Department of Crop Sciences
University of Illinois at Urbana-Champaign
Urbana, Illinois 

Dr. Ratcliffe earned a M.S. degree (1995) and a Ph.D. (1999) in entomology from the University of Illinois, Urbana-Champaign. Since 2000, she has served as Assistant Professional Scientists with the Illinois Natural History Survey, Department of Natural Resources, State of Illinois. Dr. Ratcliffe has published many articles related to pest management and crop production, with emphasis on Western Corn Rootworm, and has lectured widely on her research efforts.  

Richard T. Roush, Ph.D.
Professor & Dean
Melbourne School of Land & Environment
University of Melbourne
Victoria, Australia 

Dr. Roush earned his BS and Ph.D. in entomology from UC Davis in 1976 and UC Berkeley in 1979, respectively. A particular emphasis of Rick’s efforts for the last 30 years has been to develop integrated solutions for slowing or preventing the evolution of pesticide resistance, but he has also published extensively biological control and the ecology of insects, mites and weeds.  Roush has also been involved in pest management efforts in China, the Philippines, Malaysia, South Africa and India.  In the 1990’s, Roush was a principal architect of the resistance management strategies for insect tolerant transgenic crops, including cotton, potatoes and corn, directly in Australia and the US, and indirectly in Canada and Mexico.  From 1998 through 2002, Roush served as Director of the national Australian Cooperative Research Centre (CRC) for Weed Management based at the University of Adelaide, and coordinated weed management research and extension on crops and natural ecosystems at 19 state, federal, industry, and university organizations across Australia.  He is currently Dean of Land and Environment at the University of Melbourne.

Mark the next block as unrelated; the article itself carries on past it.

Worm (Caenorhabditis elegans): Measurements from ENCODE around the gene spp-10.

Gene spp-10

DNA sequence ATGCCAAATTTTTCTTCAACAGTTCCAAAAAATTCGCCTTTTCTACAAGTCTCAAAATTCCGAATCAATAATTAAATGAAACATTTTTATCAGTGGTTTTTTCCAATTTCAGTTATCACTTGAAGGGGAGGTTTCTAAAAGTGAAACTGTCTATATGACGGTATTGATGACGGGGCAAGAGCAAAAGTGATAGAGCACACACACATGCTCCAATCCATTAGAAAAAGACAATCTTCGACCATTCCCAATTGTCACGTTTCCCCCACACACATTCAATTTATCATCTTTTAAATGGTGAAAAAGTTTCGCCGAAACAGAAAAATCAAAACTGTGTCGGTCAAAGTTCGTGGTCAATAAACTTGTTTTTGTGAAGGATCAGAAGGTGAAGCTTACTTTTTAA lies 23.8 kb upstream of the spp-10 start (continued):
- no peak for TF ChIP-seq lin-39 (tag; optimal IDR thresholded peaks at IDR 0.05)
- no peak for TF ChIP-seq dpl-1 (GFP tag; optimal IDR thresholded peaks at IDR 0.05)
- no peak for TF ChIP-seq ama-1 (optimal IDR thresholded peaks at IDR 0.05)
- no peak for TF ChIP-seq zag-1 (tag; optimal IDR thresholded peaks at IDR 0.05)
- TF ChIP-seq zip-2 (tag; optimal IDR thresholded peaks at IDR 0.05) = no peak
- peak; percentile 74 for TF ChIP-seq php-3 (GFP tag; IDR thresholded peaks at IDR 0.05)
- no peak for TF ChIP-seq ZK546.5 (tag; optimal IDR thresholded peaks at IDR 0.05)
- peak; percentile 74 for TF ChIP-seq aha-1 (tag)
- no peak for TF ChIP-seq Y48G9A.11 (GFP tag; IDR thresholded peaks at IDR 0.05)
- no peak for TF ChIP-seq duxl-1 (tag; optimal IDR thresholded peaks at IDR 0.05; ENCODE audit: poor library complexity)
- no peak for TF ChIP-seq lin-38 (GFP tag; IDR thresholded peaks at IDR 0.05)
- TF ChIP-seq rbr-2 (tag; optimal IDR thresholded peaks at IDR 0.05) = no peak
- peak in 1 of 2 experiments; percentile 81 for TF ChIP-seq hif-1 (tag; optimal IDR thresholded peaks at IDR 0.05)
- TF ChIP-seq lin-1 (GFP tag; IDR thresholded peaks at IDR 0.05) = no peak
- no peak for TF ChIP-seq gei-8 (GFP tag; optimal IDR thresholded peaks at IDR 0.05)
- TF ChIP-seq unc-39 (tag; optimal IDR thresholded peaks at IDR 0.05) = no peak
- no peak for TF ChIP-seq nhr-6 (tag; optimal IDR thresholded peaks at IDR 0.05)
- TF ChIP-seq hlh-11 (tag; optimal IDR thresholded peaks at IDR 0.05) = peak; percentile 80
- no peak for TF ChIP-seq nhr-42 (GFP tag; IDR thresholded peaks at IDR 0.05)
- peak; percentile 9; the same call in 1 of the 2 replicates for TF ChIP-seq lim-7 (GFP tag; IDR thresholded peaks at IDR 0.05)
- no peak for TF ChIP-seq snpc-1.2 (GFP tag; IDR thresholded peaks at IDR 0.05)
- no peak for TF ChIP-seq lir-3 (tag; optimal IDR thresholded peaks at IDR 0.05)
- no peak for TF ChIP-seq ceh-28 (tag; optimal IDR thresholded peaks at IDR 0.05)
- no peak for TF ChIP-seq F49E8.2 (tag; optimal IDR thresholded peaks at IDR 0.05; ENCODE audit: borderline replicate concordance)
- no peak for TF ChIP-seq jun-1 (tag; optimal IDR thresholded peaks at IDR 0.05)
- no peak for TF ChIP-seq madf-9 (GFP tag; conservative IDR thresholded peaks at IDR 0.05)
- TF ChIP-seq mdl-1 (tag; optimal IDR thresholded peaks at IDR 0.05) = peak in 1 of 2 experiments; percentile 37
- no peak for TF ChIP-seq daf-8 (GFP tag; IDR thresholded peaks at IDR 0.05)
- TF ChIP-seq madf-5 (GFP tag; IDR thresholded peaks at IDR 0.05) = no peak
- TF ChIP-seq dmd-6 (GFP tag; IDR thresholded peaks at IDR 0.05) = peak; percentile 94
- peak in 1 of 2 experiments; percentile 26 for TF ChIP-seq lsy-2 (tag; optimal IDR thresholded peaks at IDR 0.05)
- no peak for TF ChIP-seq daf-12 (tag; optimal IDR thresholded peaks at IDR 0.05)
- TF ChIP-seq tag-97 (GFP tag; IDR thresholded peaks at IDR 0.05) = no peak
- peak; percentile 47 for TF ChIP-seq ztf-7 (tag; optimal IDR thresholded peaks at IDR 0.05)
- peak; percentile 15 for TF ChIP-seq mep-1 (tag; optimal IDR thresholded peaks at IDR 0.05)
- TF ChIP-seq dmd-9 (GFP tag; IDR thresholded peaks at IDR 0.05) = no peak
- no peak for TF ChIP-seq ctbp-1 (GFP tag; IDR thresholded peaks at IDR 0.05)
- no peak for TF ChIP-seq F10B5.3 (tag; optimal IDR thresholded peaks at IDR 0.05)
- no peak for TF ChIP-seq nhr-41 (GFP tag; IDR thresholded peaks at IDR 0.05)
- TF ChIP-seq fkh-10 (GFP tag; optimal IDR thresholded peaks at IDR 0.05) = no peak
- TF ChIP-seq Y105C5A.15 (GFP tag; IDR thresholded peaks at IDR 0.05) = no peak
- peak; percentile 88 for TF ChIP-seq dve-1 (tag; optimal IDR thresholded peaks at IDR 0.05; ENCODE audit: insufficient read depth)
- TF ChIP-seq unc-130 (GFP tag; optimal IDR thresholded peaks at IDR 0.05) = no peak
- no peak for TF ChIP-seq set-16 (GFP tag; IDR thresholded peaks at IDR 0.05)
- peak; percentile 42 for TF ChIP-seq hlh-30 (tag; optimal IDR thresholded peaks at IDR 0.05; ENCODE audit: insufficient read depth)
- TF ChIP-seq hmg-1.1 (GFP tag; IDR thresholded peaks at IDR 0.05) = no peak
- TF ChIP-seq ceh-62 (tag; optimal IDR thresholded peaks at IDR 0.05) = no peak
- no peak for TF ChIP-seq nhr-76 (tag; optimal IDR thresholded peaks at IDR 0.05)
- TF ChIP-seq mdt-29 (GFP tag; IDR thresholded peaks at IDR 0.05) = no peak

Douglas V. Sumerford, Ph.D.
Research Entomologist
Corn Insects and Crop Genetics Research Unit
USDA/ARS
Iowa State University
Ames, Iowa 

Dr. Sumerford received his PhD in Entomology from N. C. State University in 1997.  He has been employed with the USDA, Agricultural Research Service since May 1997, first at Stoneville, MS (Bt cotton) and currently at Ames, IA (corn, 2002-present).  His research interests are currently focused on the resistance management to Bt corn for the European corn borer, especially in the area of genetic basis of resistance evolution.

John C. Schneider, Ph.D.
Professor & Research Entomologist
Department of Entomology and Plant Pathology
Mississippi State University
Mississippi State, Mississippi 

Dr. Schneider has a Ph.D. in Biology with an emphasis in Ecology and Evolution from Princeton University and is a specialist in host plant resistance, modeling insect movement, overwintering biology of arthropods, and the physiological ecology of insects as it relates to insect rearing.  He currently teaches graduate level courses entitled "Population Ecology of Insects" and "Empirical Research in Theory & Practice."  He is also an instructor for the international workshop "Principles and Procedures for Rearing High Quality Insects" held annually at Mississippi State University and is editor of a forthcoming book of the same title.  Since 2004, John has served as an ad hoc reviewer on three FIFRA Scientific Advisory Panels concerned with Bt-transgenic cotton and corn.

Jon J. Tollefson, Ph.D.
Professor, Department of Entomology
Iowa State University
Ames, Iowa 

Dr. Tollefson joined Iowa State University in 1975 to lead the Corn Insect Research Project (CIRP). The objective of the project has been to develop and evaluate efficient and environmentally sensitive insect management strategies for insects attacking corn. Jon led the project until January of 2008 and now has teaching and extension responsibilities. Jon's PhD is from Iowa State University, where he specialized in applied ecology and sampling. During the 32 years as CIRP project leader Dr. Tollefson evaluated the effectiveness of pest management programs, developed sampling protocols and economic decision thresholds for pest insects, and evaluated control tools and strategies, including insecticides and genetically-engineered corn varieties.